“The more you use electrical propulsion, the lighter the spacecraft becomes and the more payload you can put on it,” said vice president of business development at Boeing Space and Intelligence Systems Jim Simpson in an interview with Aviation Week, adding that the ion-propulsion satellites can accommodate 47 active transponders and generate 3-8 kw of power. “You’re getting quite a significant value proposition, up to 7.5-8 kilowatts of capacity, but it’s much more economical from a launch perspective.”

Put simply, this satellite will have have better bandwidth and subsequently more channels due to the increased power on board. Having more channels to broadcast in means increased revenue for Asia Broadcast Satellite (ABS) and Satelites Mexicanos (SatMex).

Bringing Your Pet to School

Sponsored by The Elder Scrolls XXXVI Chicken, Fus Roh Bukah™

Dr. Randell L. Mills, former space-hobo and President of Blacklight Power has been chosen by Loco Industries, the conglomerate-subsidy of the AppleSoft Washington State board of directors of education,  for his leadership in education and is now taking the role of  vice principal of BRIAHS. In 2079, Mills became a trillionaire when he finally figured out how to make Hydrino theory a reality. Today, he is letting students ride in his CIHT (Catalyst Induced Hydrino Transition) car and showing them how to make their very own solid fuel reactor.

Ever since the theory was first proposed, Mills was ridiculed by mainstream physicists who claimed that there was no lower state of hydrogen, known as a hydrino, and that certainly one could not obtain energy for one cent per kilowatt hour through this technology.

The first meeting about whether this design would work in Bangkok didn’t go well. Mills was viciously mauled by a gang of finger monkeys. However, after eight months in the hospital and 17 reconstructive surgeries, Mills recovered and came back to detail the process better than ever.

“This [process] allows the negatively charged electron,” said Mills in an interview with the TFHA (Tin Foil Hat Alliance),  “that is otherwise in a stable orbit to move closer to the naturally attracting  positively charged nucleus to release large amounts of energy with the formation of a prior undiscovered form of hydrogen called a ‘hydrino.’”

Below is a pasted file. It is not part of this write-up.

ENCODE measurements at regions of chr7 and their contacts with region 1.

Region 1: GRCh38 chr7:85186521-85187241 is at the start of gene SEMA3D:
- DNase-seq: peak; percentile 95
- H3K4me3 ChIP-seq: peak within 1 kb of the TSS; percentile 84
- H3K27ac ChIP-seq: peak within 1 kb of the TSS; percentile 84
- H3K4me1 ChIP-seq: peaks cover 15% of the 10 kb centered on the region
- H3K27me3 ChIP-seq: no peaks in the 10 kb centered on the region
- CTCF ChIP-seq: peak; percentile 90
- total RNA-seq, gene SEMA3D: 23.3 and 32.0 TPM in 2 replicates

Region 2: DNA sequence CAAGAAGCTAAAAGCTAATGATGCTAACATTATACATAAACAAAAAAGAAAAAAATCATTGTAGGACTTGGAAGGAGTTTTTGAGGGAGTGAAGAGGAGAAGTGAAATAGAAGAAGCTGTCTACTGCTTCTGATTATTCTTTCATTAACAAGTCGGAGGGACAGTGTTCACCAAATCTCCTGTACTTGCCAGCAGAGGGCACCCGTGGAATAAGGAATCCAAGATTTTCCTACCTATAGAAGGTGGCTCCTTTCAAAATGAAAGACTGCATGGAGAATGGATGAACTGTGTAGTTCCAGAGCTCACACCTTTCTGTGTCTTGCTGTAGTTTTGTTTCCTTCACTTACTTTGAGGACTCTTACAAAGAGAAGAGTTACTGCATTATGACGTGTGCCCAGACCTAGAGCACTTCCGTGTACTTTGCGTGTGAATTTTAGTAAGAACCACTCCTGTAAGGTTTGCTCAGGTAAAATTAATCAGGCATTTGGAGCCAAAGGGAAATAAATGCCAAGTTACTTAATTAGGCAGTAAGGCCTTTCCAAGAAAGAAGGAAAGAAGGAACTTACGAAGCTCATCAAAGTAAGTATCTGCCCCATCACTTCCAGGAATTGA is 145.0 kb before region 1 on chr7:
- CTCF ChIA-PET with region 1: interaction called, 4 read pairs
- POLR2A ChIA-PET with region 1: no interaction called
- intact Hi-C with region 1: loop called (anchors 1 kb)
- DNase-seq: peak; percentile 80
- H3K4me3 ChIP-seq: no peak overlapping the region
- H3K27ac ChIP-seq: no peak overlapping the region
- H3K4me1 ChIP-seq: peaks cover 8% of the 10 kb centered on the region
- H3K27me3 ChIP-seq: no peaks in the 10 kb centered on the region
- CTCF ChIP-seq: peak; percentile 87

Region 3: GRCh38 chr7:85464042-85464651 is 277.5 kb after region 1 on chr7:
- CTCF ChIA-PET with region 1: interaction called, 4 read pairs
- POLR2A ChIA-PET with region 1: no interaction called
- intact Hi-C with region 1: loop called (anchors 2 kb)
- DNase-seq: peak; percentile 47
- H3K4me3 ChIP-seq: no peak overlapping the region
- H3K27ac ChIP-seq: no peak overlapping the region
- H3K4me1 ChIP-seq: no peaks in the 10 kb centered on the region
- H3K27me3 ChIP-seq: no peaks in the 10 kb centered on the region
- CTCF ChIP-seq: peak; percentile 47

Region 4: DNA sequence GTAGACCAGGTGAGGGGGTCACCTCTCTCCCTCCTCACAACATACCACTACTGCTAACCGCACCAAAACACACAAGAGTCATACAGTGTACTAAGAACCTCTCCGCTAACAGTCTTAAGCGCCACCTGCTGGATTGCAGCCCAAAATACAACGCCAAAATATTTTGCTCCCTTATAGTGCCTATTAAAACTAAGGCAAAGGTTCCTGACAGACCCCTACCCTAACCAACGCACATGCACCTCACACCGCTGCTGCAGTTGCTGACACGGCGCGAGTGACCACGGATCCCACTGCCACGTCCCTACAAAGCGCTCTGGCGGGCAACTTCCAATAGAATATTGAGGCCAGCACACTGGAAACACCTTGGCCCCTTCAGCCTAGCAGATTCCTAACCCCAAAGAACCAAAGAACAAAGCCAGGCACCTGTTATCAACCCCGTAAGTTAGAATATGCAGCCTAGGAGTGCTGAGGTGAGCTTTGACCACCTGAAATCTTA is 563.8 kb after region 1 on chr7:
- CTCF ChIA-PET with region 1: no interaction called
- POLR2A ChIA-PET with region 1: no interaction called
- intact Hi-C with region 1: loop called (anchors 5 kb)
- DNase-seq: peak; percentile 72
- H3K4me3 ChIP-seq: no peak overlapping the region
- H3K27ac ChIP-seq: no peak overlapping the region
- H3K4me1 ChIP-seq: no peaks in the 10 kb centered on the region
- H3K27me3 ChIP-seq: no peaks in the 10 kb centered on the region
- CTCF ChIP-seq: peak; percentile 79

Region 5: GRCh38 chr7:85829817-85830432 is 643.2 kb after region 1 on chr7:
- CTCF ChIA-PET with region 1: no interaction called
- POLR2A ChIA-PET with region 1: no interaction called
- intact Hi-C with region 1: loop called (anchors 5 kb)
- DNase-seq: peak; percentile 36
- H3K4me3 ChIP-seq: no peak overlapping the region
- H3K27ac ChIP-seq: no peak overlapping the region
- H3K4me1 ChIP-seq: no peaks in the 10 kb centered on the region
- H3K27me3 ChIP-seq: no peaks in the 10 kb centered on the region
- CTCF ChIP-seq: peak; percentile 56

The road to fame and fortune has certainly been a difficult one for Mills, and he has some grim memories of his days as a hobo.

“I recall the chilling winters mostly, that and starving everyday. Back then,” said Mills, “it was only me and my steamy CIHT powered cell to provide warmth.”

It is evident that Mill’s journey has been a difficult one, but now, one super-super-super-super-senior is following in the footsteps of Mills. Jaque Heklakovagai, once a strong proponent of Hydrino theory, is now working on making his own CIHT cells for his physics class.

“I am really truly astounded that such a technology actually works,” said Heklakovagai, “I never thought it would be possible, and to be honest, I am not sure if this whole thing is just a crazy dream.”

That being said, Heklakovagai went on to say how much respect he has for Mills for pursuing his passion, yet it is clear that he still holds resentment for Mill’s success.

“As you know already, after I made light isotope nuclear reactors available to the world,” said Heklakovagai,  “the Zeta Reptilians came and took all the thorium. And, in an unfortunate series of events that followed, I was unable to continue selling this energy source. Well, I guess CIHT really does roll down hill.”